FILM new releases



24 THE LIST 3O Apr—l4 May 1998

Belle of the ballroom: Tamiyo Kusakari in Shall We Dance?

ALSO OPENING Shall We Dance?

(PG) 135 mins.

Audiences in the UK warmed to the feelgood delights of the dancing world in Strict/y Ballroom, but will the outcome be the same when the country of origin is Japan rather than Australia? Shall We Dance? certainly struck a chord in America, where it

became the biggest Japanese box

office hit ever. So there’s no reason why it shouldn't grab some of the mainstream crowd over here, even if its subtitled status limits it to the arthouse circuit.

Shoei is a 'salary man' in his early 405, whose predictable life at work and at home is transformed when he takes up ballroom dancing. The music gives him an unexpected sense of freedom and helps him build on his infatuation with

gorgeous dancer Mai. Such is the nature of Japanese society, however, that not only is his stepping out of his set routine unusual, the physical contact demanded by ballroom dancing is particularly frowned upon. Critics have been united in their praise. In the States, CNN found it 'utterly charming‘ and compared it to the work of Bill Forsyth, while Time noted the ‘emotional gravity’ in the story. On home soil, Sight And Sound reckons it's a 'warm, immensely likable film’. The western film companies behind its distribution are Buena Vista International and Miramax, who both handled ll Postino - and yet again they’ve got a foreign language movie with excellent crossover potential. (Alan Morrison) I Glasgow Film Theatre and Edinburgh Fi/mhouse from Fri 8 May.

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Car trouble: LT. Walsh. Kurt Russell and Kathleen Quinlan in Breakdown

Breakdown (15) 93 mins *~k*

Just the kind of film to watch with few expectations and little advance knowledge, Breakdown is stuck firmly within its particular corner of the suspense genre and is on first name terms with every cliché in the vicinity. But that's part of the charm for an audience second-guessing not what will happen, but how and when certain things will occur.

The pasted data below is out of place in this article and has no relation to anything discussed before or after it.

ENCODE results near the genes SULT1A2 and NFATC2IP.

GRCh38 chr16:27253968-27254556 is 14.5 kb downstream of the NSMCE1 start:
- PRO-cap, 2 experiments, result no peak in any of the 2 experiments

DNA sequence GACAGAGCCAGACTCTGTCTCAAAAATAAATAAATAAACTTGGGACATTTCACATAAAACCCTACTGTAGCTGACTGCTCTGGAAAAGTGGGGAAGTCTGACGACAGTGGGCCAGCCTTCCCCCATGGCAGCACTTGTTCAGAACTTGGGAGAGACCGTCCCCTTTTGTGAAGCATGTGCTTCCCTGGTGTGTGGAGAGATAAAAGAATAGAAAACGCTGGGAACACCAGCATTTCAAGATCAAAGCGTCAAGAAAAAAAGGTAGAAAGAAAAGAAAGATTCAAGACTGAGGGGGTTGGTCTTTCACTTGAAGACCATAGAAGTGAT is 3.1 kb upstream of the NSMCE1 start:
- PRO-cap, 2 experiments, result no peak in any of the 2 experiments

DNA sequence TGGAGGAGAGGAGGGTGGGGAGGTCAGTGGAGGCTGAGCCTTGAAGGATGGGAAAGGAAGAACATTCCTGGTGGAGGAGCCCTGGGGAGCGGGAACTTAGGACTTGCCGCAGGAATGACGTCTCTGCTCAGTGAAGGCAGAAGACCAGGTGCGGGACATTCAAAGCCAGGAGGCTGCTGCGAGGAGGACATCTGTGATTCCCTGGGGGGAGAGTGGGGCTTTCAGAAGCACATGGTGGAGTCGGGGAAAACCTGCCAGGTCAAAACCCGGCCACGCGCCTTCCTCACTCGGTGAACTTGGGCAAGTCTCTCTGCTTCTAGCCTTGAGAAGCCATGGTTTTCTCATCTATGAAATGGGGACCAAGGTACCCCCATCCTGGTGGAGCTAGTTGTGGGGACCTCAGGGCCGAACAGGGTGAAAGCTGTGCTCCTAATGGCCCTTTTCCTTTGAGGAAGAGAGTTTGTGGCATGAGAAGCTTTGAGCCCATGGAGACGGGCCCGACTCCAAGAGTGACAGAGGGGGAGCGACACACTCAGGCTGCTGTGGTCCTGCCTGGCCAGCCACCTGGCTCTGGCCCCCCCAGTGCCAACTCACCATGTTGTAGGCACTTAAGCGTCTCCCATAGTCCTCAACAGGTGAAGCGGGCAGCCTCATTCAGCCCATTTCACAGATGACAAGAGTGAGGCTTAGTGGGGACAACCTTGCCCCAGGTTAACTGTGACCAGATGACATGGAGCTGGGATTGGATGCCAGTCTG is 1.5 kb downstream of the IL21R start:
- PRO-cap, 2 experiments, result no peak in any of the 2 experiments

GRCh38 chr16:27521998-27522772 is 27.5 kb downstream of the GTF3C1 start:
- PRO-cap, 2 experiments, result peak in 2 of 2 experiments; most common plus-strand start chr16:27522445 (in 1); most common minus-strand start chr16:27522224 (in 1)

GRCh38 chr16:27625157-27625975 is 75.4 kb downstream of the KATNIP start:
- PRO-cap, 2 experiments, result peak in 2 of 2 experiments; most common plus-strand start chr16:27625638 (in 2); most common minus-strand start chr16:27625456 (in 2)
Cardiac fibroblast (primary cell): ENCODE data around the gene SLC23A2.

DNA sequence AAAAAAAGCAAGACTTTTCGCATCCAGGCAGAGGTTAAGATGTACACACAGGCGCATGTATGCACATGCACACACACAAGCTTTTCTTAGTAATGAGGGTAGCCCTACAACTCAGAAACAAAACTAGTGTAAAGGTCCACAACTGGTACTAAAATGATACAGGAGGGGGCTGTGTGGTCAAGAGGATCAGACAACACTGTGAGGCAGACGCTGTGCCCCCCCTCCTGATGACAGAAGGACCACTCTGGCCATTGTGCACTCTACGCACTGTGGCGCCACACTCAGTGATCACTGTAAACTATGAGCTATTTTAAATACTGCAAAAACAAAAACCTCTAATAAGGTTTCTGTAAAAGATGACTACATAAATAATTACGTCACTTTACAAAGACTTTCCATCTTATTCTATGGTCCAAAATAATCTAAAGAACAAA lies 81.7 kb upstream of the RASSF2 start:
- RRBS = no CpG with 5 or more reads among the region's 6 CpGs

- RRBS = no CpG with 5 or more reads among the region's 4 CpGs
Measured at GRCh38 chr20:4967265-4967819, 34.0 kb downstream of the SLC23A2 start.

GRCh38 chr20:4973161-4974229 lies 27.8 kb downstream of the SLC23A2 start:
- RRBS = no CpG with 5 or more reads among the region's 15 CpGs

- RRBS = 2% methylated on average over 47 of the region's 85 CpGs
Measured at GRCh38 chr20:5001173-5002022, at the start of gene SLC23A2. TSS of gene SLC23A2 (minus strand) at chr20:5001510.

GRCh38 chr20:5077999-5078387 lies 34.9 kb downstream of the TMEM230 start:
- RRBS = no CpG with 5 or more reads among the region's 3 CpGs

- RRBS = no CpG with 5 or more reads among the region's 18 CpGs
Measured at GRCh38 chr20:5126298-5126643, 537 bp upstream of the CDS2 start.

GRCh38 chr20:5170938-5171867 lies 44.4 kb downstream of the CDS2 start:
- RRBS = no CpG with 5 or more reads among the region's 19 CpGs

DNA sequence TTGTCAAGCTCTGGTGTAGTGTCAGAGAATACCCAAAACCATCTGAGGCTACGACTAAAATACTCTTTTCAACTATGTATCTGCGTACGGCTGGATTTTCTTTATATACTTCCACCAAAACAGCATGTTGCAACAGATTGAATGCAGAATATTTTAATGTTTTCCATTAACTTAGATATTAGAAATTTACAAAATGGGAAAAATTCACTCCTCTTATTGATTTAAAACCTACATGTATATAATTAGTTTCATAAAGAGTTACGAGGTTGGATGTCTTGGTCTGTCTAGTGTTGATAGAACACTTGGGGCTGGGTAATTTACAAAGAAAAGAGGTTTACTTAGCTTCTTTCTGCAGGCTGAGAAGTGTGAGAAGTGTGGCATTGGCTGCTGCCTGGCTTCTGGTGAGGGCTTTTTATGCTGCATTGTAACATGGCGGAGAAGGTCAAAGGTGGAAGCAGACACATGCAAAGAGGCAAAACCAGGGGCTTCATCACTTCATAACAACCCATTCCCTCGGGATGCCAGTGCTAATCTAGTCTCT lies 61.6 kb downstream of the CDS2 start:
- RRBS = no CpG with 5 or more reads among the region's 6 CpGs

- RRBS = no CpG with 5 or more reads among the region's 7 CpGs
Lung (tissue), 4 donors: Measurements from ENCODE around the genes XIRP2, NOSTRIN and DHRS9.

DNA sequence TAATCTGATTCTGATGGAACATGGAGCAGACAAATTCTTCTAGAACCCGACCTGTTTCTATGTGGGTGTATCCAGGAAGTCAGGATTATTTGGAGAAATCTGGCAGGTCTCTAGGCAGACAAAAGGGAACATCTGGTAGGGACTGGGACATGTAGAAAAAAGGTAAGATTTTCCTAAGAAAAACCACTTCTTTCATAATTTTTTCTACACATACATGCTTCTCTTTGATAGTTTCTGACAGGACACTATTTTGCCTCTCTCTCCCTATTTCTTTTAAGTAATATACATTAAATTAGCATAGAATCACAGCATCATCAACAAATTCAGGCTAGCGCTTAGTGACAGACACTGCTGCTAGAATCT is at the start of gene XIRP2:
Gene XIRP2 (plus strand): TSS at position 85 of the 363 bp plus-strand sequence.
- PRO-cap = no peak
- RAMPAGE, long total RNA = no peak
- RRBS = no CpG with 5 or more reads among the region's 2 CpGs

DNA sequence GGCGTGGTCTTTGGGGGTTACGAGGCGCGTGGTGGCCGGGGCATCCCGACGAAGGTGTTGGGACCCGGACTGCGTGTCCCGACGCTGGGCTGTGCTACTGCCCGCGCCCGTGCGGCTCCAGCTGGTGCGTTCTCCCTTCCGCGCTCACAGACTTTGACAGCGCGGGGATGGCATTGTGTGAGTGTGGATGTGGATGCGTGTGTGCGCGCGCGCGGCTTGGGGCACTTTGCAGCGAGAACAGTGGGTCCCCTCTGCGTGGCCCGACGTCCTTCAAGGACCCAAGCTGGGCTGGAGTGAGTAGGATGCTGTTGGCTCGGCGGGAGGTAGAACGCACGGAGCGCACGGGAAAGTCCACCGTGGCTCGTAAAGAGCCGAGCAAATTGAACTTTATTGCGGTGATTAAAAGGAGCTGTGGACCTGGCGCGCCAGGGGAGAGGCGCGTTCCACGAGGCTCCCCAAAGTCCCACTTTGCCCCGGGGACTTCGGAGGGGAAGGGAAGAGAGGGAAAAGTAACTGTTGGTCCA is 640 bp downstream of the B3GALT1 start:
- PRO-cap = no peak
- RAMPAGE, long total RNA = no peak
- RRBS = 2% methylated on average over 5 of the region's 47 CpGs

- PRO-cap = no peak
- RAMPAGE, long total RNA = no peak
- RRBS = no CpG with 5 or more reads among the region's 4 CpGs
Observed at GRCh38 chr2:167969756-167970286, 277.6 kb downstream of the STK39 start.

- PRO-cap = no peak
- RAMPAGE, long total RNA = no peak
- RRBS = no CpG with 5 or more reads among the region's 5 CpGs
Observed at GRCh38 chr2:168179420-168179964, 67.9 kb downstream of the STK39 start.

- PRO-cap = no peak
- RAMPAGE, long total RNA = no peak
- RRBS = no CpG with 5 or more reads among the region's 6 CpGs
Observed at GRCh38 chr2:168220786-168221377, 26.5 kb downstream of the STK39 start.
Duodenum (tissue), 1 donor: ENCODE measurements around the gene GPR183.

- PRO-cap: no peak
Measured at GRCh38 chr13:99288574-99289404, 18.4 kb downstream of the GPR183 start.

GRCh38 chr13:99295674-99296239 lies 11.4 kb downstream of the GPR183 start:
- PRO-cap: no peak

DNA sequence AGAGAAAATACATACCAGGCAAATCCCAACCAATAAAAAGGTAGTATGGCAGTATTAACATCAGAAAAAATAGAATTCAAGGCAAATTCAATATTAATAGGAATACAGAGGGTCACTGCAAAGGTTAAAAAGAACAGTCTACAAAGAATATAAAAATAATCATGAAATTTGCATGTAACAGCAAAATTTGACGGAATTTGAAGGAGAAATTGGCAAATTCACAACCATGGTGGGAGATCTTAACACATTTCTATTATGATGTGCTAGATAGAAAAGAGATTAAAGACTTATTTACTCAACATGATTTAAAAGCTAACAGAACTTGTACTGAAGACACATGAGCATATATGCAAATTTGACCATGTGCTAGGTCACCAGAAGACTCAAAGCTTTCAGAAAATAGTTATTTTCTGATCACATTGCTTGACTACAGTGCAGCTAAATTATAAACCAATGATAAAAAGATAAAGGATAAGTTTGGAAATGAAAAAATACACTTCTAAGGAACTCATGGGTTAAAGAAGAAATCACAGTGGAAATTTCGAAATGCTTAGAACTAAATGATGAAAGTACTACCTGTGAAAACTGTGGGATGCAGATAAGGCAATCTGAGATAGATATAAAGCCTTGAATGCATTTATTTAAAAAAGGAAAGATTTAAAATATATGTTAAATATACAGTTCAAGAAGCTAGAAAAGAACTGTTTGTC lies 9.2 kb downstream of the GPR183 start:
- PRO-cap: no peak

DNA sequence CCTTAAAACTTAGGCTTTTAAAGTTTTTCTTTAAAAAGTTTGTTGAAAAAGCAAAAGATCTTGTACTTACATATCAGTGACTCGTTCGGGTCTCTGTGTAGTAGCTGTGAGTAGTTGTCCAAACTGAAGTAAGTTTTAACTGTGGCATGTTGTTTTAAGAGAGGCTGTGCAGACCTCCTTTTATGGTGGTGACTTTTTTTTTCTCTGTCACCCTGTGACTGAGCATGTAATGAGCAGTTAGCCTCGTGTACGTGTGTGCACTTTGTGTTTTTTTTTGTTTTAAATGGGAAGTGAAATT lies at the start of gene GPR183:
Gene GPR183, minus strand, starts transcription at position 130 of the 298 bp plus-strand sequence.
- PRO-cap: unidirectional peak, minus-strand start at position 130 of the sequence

A routine cross-country drive for East Coast yuppies Kurt Russell and Kathleen Quinlan, relocating to a new life in California, quickly turns into a nightmare after their spiffy 4x4 breaks down. Stuck on a vast, remote desert highway they are grateful for the help offered by a passing truck driver (Walsh), who offers to drop one of them at the nearest diner. Unfortunately once Russell gets the car going again and drives to the diner

there is no sign that his wife and the kindly trucker had ever been there. And so the plot cranks up a gear and really takes off.

If you can bear the familiarity of the journey, then sit back and enjoy the ride. This film seems to know it's trading in the worst urban myths and most hackneyed movie conventions as it echoes everything from Duel to Deliverance. Not that the cast don't play it all with a straight face. Russell IS intriguingly chosen to be the hapless victim here, a white-collar type easily intimidated by people and situations in this threatening wilderness.

Hardly a boost to tourism in the American Southwest this solid, silly, amiany suspenseful romp offers the

kind of high-grade, low-brow entertainment that audiences used to find in superior B-movies: not

SOphisticated, not flashy, but you'll know you’ve seen a film. (Anwar Brett) I General release from Fri 7 May.